448 pages, 8.52 × 5.81 × 1.37 in
February 14, 2012
Random House Publishing Group
The following ISBNs are associated with this title:
ISBN - 10: 0385342063
ISBN - 13: 9780385342063
About the Book
Poppy Wyatt has never felt luckier. She is about to marry her ideal man, but in one afternoon her "happily ever after" begins to fall apart. Not only has she lost her engagement ring in a hotel fire drill but in the panic that follows, her phone is stolen. As she paces shakily around the lobby, she spots an abandoned phone in a trash can. Now she can leave a number for the hotel to contact her when they find her ring. Perfect! Well, perfect except that the phone's owner, businessman Sam Roxton, doesn't agree. He wants his phone back and doesn't appreciate Poppy reading his messages and wading into his personal life.
Read from the Book
CHAPTER 1Perspective. I need to get perspective. It’s not an earthquake or a crazed gunman or a nuclear meltdown, is it? On the scale of disasters, this is not huge. Not huge. One day I expect I’ll look back at this moment and laugh and think, Ha-ha, how silly I was to worry—Stop, Poppy. Don’t even try. I’m not laughing—in fact, I feel sick. I’m walking blindly around the hotel ballroom, my heart thudding, looking fruitlessly on the patterned blue carpet, behind gilt chairs, under discarded paper napkins, in places where it couldn’t possibly be.I’ve lost it. The only thing in the world I wasn’t supposed to lose. My engagement ring.To say this is a special ring is an understatement. It’s been in Magnus’s family for three generations. It’s this stunning emerald with two diamonds, and Magnus had to get it out of a special bank vault before he proposed. I’ve worn it safely every day for three whole months, religiously putting it on a special china tray at night, feeling for it on my finger every thirty seconds?.?.?.?and now, the very day his parents are coming back from the States, I’ve lost it. The very same day.Professors Antony Tavish and Wanda Brook-Tavish are, at this precise moment, flying back from six months’ sabbatical in Chicago. I can picture them now, eating honey-roasted peanuts and reading academic papers on their his ’n’ hers Kindles. I honestly don’t know which of them is more intimidating.Him. He’s so sarcastic.No, her. With all that frizzy hair and always asking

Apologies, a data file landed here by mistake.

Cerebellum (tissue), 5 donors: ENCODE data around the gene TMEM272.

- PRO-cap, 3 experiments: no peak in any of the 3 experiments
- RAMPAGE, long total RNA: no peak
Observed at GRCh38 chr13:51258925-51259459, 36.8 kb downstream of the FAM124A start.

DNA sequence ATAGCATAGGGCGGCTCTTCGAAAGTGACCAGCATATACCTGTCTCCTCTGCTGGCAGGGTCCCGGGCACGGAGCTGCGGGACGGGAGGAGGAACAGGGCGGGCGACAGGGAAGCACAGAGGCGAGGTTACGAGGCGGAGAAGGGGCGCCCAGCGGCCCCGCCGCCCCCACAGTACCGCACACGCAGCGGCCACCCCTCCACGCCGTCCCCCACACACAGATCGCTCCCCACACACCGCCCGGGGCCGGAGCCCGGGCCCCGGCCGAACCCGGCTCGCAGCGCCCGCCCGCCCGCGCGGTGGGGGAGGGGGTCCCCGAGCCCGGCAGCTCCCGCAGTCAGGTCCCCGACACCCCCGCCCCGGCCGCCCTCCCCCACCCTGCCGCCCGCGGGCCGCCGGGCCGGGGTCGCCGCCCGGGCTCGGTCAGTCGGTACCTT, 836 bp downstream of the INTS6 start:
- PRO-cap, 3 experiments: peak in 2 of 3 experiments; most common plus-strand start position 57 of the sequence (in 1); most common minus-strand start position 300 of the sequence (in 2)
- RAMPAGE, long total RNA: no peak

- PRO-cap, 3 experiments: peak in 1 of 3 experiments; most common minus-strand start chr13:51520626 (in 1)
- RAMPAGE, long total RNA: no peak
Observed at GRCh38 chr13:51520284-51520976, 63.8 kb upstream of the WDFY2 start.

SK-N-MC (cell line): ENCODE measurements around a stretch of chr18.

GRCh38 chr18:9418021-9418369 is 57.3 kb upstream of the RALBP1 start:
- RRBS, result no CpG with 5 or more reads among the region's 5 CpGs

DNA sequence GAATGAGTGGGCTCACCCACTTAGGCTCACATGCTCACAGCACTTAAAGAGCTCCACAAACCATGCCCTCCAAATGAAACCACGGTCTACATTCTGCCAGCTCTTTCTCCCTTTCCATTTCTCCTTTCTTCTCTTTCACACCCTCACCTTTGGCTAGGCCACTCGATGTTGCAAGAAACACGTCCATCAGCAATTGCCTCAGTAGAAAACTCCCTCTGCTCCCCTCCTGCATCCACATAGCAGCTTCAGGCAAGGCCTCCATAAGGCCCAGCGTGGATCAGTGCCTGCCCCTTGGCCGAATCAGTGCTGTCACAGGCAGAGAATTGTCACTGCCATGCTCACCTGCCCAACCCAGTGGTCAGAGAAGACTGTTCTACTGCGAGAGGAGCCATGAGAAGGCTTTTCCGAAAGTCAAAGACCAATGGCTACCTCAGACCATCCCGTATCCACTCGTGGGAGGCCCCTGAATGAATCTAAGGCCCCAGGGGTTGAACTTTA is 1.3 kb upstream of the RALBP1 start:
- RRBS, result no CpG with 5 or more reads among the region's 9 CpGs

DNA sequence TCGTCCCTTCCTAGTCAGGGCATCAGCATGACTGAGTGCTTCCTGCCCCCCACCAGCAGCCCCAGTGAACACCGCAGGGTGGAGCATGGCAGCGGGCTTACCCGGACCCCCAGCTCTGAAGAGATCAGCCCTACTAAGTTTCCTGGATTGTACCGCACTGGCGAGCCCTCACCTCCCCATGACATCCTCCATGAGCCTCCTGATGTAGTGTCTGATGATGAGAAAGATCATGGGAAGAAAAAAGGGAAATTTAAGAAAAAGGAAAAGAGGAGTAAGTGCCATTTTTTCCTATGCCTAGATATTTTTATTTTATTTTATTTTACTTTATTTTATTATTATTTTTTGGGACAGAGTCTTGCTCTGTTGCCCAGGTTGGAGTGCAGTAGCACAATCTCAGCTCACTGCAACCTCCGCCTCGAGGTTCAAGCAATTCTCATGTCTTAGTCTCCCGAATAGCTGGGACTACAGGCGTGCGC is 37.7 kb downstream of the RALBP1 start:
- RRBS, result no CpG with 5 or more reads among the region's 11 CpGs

From the Publisher
I’ve lost it. :( The only thing in the world I wasn’t supposed to lose. My engagement ring. It’s been in Magnus’s family for three generations. And now the very same day his parents are coming, I’ve lost it. The very same day! Do not hyperventilate, Poppy. Stay positive :) !!
Poppy Wyatt has never felt luckier. She is about to marry her ideal man, Magnus Tavish, but in one afternoon her “happily ever after” begins to fall apart. Not only has she lost her engagement ring in a hotel fire drill but in the panic that follows, her phone is stolen. As she paces shakily around the lobby, she spots an abandoned phone in a trash can. Finders keepers! Now she can leave a number for the hotel to contact her when they find her ring. Perfect!
Well, perfect except that the phone’s owner, businessman Sam Roxton, doesn’t agree. He wants his phone back and doesn’t appreciate Poppy reading his messages and wading into his personal life.
What ensues is a hilarious and unpredictable turn of events as Poppy and Sam increasingly upend each other’s lives through emails and text messages. As Poppy juggles wedding preparations, mysterious phone calls, and hiding her left hand from Magnus and his parents . . . she soon realizes that she is in for the biggest surprise of her life.
About the Author
Sophie Kinsella is the author of the bestselling Shopaholic series, as well as the stand-alone novels Can You Keep A Secret?, The Undomestic Goddess, Remember Me?, and Twenties Girl. She lives in England.
PRAISE FOR SOPHIE KINSELLA
“[Kinsella] continues to tickle funny bones and touch hearts.”—USA Today, on Twenties Girl
“Hilarious . . . a breezy blend of romantic comedy and cautionary fairy tale.”—New York Post, on Remember Me?
“A fast, fun read that delves a little deeper.”—The Plain Dealer, on The Undomestic Goddess